Friday, September 21, 2018
Catholics, Orthodox, and Tolkien, Chesterton, and Lewis
I'm absolutely appalled by most of my Orthodox brethren's treatment of Catholicism. Modern Orthodoxy's selective sense history (not to mention the ignoring of their own canons and anathemas) is frustrating. Don't get me wrong, there's problems with Catholicism, and they're all tied in with the Pope and Rome and the centralization of their ecclesiastical power. But there's still some hope for unity, and I think that's thanks to J.R.R. Tolkien, Chesterton, and Lewis
I mean, sure, who doesn't love LOTR? Well, quite a few. But there are a number of Orthodox who love Tolkien, who attribute their Orthodoxy, in part, to Tolkien. Even the most die-hard ROCOR I've met has sang Tolkien's praises. And it's not hard to see why. Tolkien's worldview is decidedly Orthodox: people fall and succeed because of their limited qualities, not because they're good or bad or whatever, the world is infinitely larger than the characters but can be profoundly affected by them, and victory is because of the divine, not the human. But the inherent tragedy of human existence, coupled with the fact that, for us Christians, death is no longer the tragedy it once was, is at the beating heart of Tolkien's works, which lines him up with Orthodoxy's hymnography and doctrine. And people can feel that out.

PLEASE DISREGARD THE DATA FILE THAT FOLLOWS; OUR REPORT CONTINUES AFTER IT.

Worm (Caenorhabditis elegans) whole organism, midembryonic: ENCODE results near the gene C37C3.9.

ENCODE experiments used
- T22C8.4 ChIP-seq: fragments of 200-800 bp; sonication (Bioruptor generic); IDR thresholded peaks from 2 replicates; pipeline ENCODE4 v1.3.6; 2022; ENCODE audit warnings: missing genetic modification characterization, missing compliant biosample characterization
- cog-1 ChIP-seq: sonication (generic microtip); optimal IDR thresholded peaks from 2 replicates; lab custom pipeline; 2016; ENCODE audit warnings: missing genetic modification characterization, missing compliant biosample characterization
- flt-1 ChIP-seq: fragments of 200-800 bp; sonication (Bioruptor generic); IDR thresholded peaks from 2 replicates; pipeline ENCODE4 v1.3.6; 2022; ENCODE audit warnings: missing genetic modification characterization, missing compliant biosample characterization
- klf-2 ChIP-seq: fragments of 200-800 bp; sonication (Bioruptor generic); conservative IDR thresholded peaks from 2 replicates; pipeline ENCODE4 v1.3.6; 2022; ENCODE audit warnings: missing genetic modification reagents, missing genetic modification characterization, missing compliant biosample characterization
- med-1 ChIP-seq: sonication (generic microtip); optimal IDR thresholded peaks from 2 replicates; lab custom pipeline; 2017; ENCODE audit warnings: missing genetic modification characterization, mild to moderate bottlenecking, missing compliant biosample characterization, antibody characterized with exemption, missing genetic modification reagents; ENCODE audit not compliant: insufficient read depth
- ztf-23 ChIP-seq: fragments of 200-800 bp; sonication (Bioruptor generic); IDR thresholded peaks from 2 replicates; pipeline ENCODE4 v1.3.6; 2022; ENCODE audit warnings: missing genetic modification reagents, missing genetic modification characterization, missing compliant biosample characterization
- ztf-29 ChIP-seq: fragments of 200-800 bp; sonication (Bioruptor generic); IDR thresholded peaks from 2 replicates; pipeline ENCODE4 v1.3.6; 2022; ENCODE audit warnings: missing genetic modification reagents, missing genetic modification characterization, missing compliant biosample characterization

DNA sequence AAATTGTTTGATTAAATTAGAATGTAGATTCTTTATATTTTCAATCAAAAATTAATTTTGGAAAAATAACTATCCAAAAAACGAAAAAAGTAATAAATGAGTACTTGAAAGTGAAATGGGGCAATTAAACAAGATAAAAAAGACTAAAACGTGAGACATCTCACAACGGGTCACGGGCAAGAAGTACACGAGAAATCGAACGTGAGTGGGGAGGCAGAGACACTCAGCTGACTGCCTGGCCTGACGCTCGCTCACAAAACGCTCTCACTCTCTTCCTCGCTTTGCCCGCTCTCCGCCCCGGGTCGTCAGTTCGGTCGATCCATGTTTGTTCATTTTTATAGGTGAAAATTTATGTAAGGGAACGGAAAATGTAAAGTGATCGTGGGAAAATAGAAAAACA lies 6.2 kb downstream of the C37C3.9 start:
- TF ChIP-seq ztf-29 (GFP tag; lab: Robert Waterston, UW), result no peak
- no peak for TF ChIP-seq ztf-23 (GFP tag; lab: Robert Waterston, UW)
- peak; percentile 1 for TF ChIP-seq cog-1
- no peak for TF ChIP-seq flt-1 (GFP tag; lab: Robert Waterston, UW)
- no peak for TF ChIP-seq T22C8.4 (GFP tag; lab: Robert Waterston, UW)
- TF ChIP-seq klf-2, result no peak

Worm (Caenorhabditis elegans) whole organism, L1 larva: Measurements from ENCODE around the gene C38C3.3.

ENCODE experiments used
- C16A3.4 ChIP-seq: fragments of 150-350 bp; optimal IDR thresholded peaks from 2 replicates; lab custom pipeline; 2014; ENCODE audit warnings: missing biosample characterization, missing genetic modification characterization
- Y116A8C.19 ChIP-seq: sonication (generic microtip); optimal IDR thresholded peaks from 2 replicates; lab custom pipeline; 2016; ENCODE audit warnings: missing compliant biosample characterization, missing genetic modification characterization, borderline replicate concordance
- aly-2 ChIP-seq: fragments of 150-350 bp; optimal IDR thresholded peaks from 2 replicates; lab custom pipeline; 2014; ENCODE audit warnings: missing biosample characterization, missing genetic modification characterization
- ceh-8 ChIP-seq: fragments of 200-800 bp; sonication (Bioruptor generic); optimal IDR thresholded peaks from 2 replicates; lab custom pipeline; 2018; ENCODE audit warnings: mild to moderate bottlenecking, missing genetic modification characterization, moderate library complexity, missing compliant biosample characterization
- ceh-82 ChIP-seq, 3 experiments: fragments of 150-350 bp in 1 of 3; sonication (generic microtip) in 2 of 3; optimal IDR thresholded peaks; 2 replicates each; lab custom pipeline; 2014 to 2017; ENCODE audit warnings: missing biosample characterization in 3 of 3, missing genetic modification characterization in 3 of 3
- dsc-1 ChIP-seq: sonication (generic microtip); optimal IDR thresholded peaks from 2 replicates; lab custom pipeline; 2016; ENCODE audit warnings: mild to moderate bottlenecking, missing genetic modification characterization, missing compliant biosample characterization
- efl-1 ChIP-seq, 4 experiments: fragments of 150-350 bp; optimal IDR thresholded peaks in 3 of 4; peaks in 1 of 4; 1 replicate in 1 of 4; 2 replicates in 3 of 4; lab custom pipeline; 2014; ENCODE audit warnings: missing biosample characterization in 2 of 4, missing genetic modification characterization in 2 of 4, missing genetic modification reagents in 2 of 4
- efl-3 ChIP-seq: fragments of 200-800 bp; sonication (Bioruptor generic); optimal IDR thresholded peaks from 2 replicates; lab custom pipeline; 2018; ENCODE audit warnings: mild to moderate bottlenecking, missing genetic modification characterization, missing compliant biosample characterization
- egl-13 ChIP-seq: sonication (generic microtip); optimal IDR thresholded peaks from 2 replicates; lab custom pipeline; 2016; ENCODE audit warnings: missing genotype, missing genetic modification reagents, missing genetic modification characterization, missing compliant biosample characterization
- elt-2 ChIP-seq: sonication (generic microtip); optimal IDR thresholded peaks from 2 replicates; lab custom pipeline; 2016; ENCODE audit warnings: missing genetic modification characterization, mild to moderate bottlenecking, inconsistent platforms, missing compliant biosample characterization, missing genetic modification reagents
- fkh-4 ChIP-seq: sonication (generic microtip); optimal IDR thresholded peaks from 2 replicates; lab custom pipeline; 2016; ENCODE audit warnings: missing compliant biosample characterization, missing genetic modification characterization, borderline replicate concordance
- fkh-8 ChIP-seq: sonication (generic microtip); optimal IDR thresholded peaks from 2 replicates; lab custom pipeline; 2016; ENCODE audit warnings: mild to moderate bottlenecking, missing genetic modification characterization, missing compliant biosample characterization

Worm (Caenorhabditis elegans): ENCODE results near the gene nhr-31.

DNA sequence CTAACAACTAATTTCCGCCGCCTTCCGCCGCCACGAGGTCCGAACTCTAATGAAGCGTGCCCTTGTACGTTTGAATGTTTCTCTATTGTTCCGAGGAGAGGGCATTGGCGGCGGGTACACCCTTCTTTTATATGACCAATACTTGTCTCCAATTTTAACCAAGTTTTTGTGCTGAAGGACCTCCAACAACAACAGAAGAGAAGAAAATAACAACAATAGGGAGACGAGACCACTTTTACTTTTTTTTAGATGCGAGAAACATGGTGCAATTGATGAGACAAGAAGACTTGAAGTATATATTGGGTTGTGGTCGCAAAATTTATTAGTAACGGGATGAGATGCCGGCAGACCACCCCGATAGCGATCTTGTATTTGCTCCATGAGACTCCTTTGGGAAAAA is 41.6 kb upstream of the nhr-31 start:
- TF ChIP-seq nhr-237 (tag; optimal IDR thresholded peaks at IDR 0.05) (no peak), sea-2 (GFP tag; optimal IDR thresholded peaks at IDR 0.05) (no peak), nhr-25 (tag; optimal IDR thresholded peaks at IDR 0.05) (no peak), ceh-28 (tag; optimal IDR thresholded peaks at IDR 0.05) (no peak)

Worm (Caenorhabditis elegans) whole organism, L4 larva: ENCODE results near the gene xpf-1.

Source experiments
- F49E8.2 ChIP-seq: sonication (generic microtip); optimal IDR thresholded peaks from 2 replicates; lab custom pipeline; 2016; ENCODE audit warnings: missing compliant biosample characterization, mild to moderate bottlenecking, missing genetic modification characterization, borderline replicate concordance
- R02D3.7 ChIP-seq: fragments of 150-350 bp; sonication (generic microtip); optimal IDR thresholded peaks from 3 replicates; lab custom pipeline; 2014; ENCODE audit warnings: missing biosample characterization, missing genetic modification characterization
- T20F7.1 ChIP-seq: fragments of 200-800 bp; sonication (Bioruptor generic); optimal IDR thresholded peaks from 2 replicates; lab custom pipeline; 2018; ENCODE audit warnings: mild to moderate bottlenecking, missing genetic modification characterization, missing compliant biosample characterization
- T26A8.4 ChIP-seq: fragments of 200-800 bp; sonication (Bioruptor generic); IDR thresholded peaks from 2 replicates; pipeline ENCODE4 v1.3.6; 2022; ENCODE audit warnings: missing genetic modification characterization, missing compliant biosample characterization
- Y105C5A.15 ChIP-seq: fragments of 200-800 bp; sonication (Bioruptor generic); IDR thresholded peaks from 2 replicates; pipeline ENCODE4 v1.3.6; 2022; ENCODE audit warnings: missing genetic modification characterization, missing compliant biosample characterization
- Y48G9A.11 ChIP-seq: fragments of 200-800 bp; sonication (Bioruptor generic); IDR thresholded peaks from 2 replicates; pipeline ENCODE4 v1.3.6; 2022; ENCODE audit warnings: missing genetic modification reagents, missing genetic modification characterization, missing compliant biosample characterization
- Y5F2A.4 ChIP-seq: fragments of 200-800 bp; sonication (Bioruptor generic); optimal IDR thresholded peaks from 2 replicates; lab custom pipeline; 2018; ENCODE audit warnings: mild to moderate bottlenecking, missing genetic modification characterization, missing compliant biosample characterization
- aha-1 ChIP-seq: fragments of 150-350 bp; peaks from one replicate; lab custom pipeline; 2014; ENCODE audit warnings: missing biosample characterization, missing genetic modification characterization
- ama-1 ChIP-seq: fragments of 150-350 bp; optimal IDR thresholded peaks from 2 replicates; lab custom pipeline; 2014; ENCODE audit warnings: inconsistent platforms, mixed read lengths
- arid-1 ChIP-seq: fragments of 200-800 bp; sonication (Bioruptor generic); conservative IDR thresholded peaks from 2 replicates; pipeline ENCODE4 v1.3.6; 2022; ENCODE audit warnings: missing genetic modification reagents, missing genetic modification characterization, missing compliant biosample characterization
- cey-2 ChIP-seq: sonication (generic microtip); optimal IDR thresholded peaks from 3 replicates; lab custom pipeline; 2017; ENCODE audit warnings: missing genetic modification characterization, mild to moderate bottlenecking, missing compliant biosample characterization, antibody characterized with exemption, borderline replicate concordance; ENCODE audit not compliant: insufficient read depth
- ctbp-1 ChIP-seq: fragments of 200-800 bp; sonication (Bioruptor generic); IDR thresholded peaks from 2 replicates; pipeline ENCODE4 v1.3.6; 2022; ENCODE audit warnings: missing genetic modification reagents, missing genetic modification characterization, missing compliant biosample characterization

G.K. Chesterton is another great example of a Catholic who the Orthodox love to quote. His books Heretics and Orthodoxy and some of the most quotable and hopeful books I've ever read in my life and were part of my (still very much so ongoing) recovery from cynicism and a dead life. Chesterton's take on life as being a fairy tale that all others are based on is impossible to ignore, let alone talk down. Chesterton's fiction isn't quite as good as his non-fiction, but it has a charm that's all its own.
I don't know of a single Christian group that can actually hate C.S. Lewis. While he was nominally Anglican (c'mon, people, the Great Divorce puts him squarely into Orthodox territory at the least, if not Catholic)the fact of the matter is that The Chronicles of Narnia and The Space Trilogy have put Lewis as secondary only to Tolkien in the Christian world, and even that's arguable for a number of people.
Like I said, Orthodox and Catholic alike hold up these three giants without any shame. And that, to me, speaks to a much greater commonality than people on both sides would like to admit. An Emperor of China, when he wanted to know what his people were like, would go out and find out what art they were creating and consuming. And the fact of the matter is that, if a right-right ROCOR Orthodox can love Tolkien as much as a modern Novus Ordo Catholic, not all is lost. We can figure this out, somehow.
It very well may take the Anti-Christ to do it, but that's to be expected. We are only human, after all, and are a rather thick bunch.